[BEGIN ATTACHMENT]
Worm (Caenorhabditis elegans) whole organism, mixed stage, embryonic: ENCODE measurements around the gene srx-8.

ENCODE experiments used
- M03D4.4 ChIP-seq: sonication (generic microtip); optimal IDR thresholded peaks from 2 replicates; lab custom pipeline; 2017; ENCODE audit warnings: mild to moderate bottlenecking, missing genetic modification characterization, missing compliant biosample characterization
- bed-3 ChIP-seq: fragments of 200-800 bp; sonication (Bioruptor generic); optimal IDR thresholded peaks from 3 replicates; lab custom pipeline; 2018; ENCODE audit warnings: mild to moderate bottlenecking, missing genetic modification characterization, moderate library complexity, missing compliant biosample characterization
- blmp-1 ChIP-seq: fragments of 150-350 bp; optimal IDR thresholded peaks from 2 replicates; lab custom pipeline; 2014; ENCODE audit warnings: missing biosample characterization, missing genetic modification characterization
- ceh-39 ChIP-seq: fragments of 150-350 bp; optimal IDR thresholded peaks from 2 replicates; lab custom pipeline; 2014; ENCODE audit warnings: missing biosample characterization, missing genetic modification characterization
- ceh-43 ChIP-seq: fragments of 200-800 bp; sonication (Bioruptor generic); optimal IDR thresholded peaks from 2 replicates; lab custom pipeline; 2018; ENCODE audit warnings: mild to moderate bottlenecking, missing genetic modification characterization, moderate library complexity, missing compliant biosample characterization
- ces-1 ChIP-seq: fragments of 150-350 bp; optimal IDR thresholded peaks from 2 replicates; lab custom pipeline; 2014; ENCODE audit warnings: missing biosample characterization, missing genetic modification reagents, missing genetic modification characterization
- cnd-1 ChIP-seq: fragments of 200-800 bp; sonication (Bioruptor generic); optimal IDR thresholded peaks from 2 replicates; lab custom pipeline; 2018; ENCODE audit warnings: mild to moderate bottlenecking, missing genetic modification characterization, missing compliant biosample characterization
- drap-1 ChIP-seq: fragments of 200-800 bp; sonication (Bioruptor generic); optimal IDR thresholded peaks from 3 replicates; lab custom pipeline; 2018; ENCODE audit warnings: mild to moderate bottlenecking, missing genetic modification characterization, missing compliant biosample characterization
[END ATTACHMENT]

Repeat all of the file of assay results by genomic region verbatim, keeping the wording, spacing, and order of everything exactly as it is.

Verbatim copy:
Worm (Caenorhabditis elegans) whole organism, mixed stage, embryonic: ENCODE measurements around the gene srx-8.

ENCODE experiments used
- M03D4.4 ChIP-seq: sonication (generic microtip); optimal IDR thresholded peaks from 2 replicates; lab custom pipeline; 2017; ENCODE audit warnings: mild to moderate bottlenecking, missing genetic modification characterization, missing compliant biosample characterization
- bed-3 ChIP-seq: fragments of 200-800 bp; sonication (Bioruptor generic); optimal IDR thresholded peaks from 3 replicates; lab custom pipeline; 2018; ENCODE audit warnings: mild to moderate bottlenecking, missing genetic modification characterization, moderate library complexity, missing compliant biosample characterization
- blmp-1 ChIP-seq: fragments of 150-350 bp; optimal IDR thresholded peaks from 2 replicates; lab custom pipeline; 2014; ENCODE audit warnings: missing biosample characterization, missing genetic modification characterization
- ceh-39 ChIP-seq: fragments of 150-350 bp; optimal IDR thresholded peaks from 2 replicates; lab custom pipeline; 2014; ENCODE audit warnings: missing biosample characterization, missing genetic modification characterization
- ceh-43 ChIP-seq: fragments of 200-800 bp; sonication (Bioruptor generic); optimal IDR thresholded peaks from 2 replicates; lab custom pipeline; 2018; ENCODE audit warnings: mild to moderate bottlenecking, missing genetic modification characterization, moderate library complexity, missing compliant biosample characterization
- ces-1 ChIP-seq: fragments of 150-350 bp; optimal IDR thresholded peaks from 2 replicates; lab custom pipeline; 2014; ENCODE audit warnings: missing biosample characterization, missing genetic modification reagents, missing genetic modification characterization
- cnd-1 ChIP-seq: fragments of 200-800 bp; sonication (Bioruptor generic); optimal IDR thresholded peaks from 2 replicates; lab custom pipeline; 2018; ENCODE audit warnings: mild to moderate bottlenecking, missing genetic modification characterization, missing compliant biosample characterization
- drap-1 ChIP-seq: fragments of 200-800 bp; sonication (Bioruptor generic); optimal IDR thresholded peaks from 3 replicates; lab custom pipeline; 2018; ENCODE audit warnings: mild to moderate bottlenecking, missing genetic modification characterization, missing compliant biosample characterization